Wednesday, May 23, 2007

Field Notes from Stage 5

Field Notes From Stage 5: The Rubber-Road Interface at Age 16 Months

This is a post-fragment, but it's come to my attention that my posts are getting pretty sparse, so pardon the abrupt ending, there's more to come.

So, if you had the stomach, you've read the Stage 5 "expected outcomes". If not, you could read them now, by just scrolling down one post (and pinning your eyelids up). All the definitions are there if you need them. Today's post is about our actual experience as compared with the aforementioned expectations. For example, at left we have the Experimental Toddler in her garden, making cross-patterned mincemeat of an innocent stick.

At 16 months, we're squarely in the middle of Stage 5, so it stands to reason that some of the expected behaviors will be evident now, and some not just yet. Here's what we've seen so far:

Hand dominance: She appears to be weakly right-handed. She tends to pick up tools (like a spoon or a crayon) with the right hand, though she will switch if it's convenient. When feeding herself, for example, she reaches for the spoon with the right hand, but will just hold it in her right while shoveling oatmeal into her mouth with the left hand. She will grab a blueberry or blackberry with either hand.

Heterolateral movement: She walks pretty evenly, climbs stairs with both feet sometimes, but doesn't yet swing her arms while walking. She either clasps them behind her back (so like the little pacing dictator), pushes them out behind like a superman cape, or tucks them in at the elbows when walking. I think this is part of why she doesn't corner well at high speeds yet. In general, her running is sort of awkward, as are most of her attempts at heterolateral arm movements. The grannies have both noticed a little inward sickle in the left foot (and raised the specter of orthopedic shoes! I almost threw up. I LOVE shoes!) Yeah, even I can see the pigeon toe. We're going to the doctor in a couple of weeks and we'll ask about it.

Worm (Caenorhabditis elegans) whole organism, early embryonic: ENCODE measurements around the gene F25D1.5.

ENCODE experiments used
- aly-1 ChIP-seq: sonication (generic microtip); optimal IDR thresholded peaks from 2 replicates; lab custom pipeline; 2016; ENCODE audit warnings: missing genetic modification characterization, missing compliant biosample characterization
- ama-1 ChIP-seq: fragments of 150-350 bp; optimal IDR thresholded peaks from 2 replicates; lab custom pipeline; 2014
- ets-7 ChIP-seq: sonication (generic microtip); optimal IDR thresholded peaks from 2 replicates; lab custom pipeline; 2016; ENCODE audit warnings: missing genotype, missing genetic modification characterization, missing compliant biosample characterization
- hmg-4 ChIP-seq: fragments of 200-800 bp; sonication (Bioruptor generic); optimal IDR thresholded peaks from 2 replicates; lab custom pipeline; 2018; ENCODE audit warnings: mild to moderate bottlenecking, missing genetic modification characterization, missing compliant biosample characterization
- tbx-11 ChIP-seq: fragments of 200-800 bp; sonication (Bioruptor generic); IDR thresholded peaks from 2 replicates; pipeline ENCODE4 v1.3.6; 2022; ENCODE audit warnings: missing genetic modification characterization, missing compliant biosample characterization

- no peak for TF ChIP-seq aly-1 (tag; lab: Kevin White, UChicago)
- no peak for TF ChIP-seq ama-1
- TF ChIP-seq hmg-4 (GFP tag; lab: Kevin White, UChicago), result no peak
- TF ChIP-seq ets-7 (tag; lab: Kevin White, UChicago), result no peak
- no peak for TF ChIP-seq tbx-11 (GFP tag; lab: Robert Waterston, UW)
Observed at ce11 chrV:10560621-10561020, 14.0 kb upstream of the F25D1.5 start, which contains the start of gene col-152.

Cross-patterning: We are definitely seeing her reach across the midline with ease. She opens and closes doors, reaches across her body for things, and works objects with both hands simultaneously with ease. She can shake hands, and can easily switch the hand she is holding mine with when turning around.

Cycles of activity: Her bedtime and waking time are pretty well set, including her early morning transfer to our bed (promptly between 4 and 5am) and while she is still a little flexible about the actual hour of the clock, she does expect to have sleep-eat-play cycles in a predictable order. Breakfast on waking, then play, then nap, then lunch, then play, then snack, then more play, then dinner, then bath, then bed. Deviations are tolerated as long as we are not at home, but the order must be rigidly followed at the house, or mayhem.

Undressing: She takes off socks and shoes readily, a cardigan sweater pretty easily, and raises her arms or legs to help with a shirt or pants. She does not really undress herself head to toe, as I hear some other kids do. She does run from diapers, though.

Walking and carrying things: Yes, this is a favorite activity. She will carry the biggest (a kitchen stool) or heaviest (an old doorknocker in the shape of a dog) thing she can find. It is a source of great pride for her.